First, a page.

Imaginal Exposure & Borderline Personality Disorder

Man talking with therapist in therapy
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Imaginal exposure is one part of an approach to treatment called cognitive behavioral therapy (CBT). CBT therapy focuses on the idea that most psychological problems can be traced back to early learning experiences and those experiences affect how we interpret and react to things that happen to us later in life.

CBT is an empirically supported treatment—meaning it has been extensively researched and scientifically proven—for borderline personality disorder. BPD can be related to traumatic experiences.

Whether it was an experience from when you were a toddler that you have forgotten or something horrific that happened while a teenager, these incidents may be responsible for some aspects of your BPD.

In the CBT model, part of the reason that traumatic experiences from the past continue to trouble us today is that we learn to avoid thinking about them. This is natural since past events can cause very painful emotions and we try not to live in the past. But because we try to push away thoughts about the occurrences and avoid anything that reminds us of those experiences, we actually prevent ourselves from learning that the memories won’t harm us and that we are safe.

Imaginal exposure aims to bring these negative experiences to the surface so that you can reframe how you think about and react to those memories.

By shifting those reactions, your reactions and behaviors in other situations may also be improved.

How Imaginal Exposure Works

Imaginal exposure is one way that CBT therapists address this problem. In imaginal exposure, you will be asked to imagine yourself back in one of your traumatic events. You will be asked to try to “re-live” the event in your mind’s eye, with all of the feelings, sensations, smells, sights, and sounds that happened during the event.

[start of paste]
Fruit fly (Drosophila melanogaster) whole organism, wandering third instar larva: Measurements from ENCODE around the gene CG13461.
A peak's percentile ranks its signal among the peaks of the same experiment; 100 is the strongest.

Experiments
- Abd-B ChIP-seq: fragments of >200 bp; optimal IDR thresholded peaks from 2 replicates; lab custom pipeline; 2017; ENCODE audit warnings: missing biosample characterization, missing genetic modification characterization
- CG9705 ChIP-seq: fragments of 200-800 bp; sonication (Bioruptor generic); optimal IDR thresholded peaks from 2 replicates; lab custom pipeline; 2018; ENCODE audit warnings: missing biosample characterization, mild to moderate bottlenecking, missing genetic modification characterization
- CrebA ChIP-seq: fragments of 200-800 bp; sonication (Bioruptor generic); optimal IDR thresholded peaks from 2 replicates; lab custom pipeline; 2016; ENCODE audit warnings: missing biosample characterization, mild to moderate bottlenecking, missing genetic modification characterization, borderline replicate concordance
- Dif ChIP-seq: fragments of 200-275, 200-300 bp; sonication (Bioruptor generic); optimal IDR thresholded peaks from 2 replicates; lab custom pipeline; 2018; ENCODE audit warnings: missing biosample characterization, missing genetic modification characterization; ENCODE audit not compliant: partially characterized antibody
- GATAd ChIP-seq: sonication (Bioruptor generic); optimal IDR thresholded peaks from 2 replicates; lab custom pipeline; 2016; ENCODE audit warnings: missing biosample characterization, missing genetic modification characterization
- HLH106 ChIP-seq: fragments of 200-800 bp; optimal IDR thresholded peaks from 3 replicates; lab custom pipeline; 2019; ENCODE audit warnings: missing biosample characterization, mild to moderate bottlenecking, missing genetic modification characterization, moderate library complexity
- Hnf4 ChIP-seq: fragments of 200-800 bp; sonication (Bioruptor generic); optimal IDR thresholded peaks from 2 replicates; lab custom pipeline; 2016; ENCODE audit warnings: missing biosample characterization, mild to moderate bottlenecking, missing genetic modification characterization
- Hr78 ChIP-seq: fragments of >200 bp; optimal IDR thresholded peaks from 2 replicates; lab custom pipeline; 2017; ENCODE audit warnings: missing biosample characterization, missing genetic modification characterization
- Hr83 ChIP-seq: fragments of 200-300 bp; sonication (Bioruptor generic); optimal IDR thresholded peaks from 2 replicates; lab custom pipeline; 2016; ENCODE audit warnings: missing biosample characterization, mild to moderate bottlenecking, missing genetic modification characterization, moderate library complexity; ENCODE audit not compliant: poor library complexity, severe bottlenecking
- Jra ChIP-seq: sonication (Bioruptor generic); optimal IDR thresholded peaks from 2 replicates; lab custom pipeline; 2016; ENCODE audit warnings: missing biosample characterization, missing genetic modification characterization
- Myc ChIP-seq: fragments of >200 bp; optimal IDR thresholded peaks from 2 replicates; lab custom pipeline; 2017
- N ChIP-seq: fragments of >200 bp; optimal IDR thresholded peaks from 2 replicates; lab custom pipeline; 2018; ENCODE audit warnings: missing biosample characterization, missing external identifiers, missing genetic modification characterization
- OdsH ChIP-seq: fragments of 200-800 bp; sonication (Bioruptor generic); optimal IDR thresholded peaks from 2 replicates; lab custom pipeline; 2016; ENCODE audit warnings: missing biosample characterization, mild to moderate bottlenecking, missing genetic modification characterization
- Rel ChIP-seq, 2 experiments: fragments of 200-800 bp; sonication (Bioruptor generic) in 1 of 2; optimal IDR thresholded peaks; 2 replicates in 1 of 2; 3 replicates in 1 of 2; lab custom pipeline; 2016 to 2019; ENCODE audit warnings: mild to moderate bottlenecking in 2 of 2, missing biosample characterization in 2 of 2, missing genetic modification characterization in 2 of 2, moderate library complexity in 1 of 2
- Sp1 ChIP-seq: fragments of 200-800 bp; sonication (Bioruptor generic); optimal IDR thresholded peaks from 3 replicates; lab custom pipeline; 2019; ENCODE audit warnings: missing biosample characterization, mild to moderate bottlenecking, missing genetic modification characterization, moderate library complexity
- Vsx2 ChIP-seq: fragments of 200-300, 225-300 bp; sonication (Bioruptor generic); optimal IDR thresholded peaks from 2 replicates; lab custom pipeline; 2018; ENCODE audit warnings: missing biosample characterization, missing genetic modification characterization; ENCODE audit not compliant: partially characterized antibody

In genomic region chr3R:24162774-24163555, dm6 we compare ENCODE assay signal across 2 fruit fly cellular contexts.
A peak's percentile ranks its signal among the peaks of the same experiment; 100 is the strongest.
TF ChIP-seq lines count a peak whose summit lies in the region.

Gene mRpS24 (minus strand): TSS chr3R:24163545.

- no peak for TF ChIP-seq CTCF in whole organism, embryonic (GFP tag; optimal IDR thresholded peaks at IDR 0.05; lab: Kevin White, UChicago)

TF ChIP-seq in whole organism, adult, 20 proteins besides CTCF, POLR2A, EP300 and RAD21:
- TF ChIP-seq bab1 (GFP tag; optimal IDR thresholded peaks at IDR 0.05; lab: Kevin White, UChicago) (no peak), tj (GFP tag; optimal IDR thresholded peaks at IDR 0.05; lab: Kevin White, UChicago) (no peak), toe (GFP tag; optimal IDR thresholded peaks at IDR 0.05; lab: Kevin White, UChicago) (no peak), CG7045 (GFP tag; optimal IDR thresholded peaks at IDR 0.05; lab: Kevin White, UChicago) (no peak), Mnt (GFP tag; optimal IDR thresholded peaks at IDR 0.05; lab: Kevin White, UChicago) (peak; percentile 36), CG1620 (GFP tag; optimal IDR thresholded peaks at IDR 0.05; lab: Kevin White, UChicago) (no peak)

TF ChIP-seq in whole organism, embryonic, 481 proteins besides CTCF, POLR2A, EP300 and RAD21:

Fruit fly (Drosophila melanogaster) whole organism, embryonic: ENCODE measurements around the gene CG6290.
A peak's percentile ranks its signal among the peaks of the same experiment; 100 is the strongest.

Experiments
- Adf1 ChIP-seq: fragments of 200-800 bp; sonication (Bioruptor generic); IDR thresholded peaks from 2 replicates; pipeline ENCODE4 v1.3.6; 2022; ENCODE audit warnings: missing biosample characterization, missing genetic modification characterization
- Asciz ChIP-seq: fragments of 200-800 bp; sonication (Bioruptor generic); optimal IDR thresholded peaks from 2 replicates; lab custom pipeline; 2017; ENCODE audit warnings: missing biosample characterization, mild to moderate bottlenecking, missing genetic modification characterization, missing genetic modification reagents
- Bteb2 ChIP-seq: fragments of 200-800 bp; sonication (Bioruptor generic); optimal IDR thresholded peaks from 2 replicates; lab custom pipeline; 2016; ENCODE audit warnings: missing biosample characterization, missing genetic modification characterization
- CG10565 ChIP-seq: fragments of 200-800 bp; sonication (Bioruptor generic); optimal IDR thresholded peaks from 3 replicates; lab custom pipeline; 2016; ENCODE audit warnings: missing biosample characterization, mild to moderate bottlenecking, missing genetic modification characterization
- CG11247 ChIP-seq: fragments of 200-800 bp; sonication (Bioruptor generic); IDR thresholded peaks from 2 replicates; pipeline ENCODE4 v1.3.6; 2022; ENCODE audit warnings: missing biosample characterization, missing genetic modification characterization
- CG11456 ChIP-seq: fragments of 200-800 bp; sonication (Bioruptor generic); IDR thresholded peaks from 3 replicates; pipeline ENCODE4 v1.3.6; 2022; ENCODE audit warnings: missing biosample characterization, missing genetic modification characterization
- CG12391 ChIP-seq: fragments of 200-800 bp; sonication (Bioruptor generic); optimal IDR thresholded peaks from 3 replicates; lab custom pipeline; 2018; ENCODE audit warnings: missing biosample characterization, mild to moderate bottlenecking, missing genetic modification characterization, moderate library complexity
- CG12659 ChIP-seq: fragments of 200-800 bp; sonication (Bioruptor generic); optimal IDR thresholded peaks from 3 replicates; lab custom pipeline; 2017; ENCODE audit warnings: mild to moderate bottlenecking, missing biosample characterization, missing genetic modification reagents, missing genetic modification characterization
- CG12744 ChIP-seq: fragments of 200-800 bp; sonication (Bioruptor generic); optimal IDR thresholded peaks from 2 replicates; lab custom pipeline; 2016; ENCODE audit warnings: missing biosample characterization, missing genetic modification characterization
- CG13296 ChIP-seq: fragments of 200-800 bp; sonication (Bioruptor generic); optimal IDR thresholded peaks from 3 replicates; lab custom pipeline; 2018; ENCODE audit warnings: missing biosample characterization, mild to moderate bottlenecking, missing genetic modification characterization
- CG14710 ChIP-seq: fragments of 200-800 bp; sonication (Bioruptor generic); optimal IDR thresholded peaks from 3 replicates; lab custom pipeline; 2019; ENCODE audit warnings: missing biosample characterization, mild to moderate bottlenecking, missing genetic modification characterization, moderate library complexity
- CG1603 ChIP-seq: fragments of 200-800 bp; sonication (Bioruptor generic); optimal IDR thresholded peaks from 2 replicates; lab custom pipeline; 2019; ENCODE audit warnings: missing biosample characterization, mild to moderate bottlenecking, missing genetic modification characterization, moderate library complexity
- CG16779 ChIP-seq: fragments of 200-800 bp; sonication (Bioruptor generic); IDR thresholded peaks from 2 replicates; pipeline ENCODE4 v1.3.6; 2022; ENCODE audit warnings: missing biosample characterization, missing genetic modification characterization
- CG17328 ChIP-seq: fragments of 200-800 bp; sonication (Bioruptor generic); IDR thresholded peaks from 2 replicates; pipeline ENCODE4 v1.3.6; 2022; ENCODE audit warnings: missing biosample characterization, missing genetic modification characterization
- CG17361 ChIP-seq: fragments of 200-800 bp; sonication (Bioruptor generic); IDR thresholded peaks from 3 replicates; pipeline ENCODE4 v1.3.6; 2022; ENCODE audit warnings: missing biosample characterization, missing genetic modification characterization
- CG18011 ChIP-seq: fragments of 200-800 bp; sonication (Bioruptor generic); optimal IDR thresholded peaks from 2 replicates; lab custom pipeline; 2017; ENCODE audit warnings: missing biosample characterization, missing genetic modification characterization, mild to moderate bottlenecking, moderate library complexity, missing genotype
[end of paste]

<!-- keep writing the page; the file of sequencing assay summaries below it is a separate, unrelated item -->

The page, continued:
Usually, imaginal exposure is done in your therapy session. Your doctor will guide you through the process, helping to keep you on track and secure. They will be very careful not to push you to a point of fear or discomfort, as they understand how awful it can be to think of these traumatic experiences. It is important to do imaginal exposure under the guidance of a therapist — this is not something to attempt on your own or with a friend.

Over time, you may find that you are having less intense reactions to the memories of past events. There is a great deal of research demonstrating that imaginal exposure is an effective way to reduce trauma-related symptoms. It doesn’t work for everyone, but many people have significantly fewer issues and can better manage their borderline personality disorder after completing exposure therapy.

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